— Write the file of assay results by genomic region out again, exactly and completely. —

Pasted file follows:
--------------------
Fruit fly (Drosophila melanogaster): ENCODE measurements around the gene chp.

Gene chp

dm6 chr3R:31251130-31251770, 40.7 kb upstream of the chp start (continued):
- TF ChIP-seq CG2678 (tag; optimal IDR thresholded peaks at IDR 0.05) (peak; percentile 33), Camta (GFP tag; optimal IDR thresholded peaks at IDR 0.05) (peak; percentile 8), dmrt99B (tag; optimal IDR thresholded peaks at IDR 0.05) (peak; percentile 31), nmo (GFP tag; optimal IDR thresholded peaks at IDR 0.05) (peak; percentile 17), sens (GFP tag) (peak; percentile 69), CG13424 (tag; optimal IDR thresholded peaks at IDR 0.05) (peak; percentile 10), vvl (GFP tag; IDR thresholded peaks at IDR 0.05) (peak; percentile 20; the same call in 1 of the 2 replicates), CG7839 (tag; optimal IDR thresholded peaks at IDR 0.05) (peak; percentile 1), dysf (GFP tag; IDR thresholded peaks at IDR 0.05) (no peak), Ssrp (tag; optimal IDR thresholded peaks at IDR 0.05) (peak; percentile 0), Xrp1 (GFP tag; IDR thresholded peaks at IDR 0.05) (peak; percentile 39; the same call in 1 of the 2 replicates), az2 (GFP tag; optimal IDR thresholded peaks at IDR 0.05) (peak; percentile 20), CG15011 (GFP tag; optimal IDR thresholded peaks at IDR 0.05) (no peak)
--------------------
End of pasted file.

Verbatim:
Fruit fly (Drosophila melanogaster): ENCODE measurements around the gene chp.

Gene chp

dm6 chr3R:31251130-31251770, 40.7 kb upstream of the chp start (continued):
- TF ChIP-seq CG2678 (tag; optimal IDR thresholded peaks at IDR 0.05) (peak; percentile 33), Camta (GFP tag; optimal IDR thresholded peaks at IDR 0.05) (peak; percentile 8), dmrt99B (tag; optimal IDR thresholded peaks at IDR 0.05) (peak; percentile 31), nmo (GFP tag; optimal IDR thresholded peaks at IDR 0.05) (peak; percentile 17), sens (GFP tag) (peak; percentile 69), CG13424 (tag; optimal IDR thresholded peaks at IDR 0.05) (peak; percentile 10), vvl (GFP tag; IDR thresholded peaks at IDR 0.05) (peak; percentile 20; the same call in 1 of the 2 replicates), CG7839 (tag; optimal IDR thresholded peaks at IDR 0.05) (peak; percentile 1), dysf (GFP tag; IDR thresholded peaks at IDR 0.05) (no peak), Ssrp (tag; optimal IDR thresholded peaks at IDR 0.05) (peak; percentile 0), Xrp1 (GFP tag; IDR thresholded peaks at IDR 0.05) (peak; percentile 39; the same call in 1 of the 2 replicates), az2 (GFP tag; optimal IDR thresholded peaks at IDR 0.05) (peak; percentile 20), CG15011 (GFP tag; optimal IDR thresholded peaks at IDR 0.05) (no peak)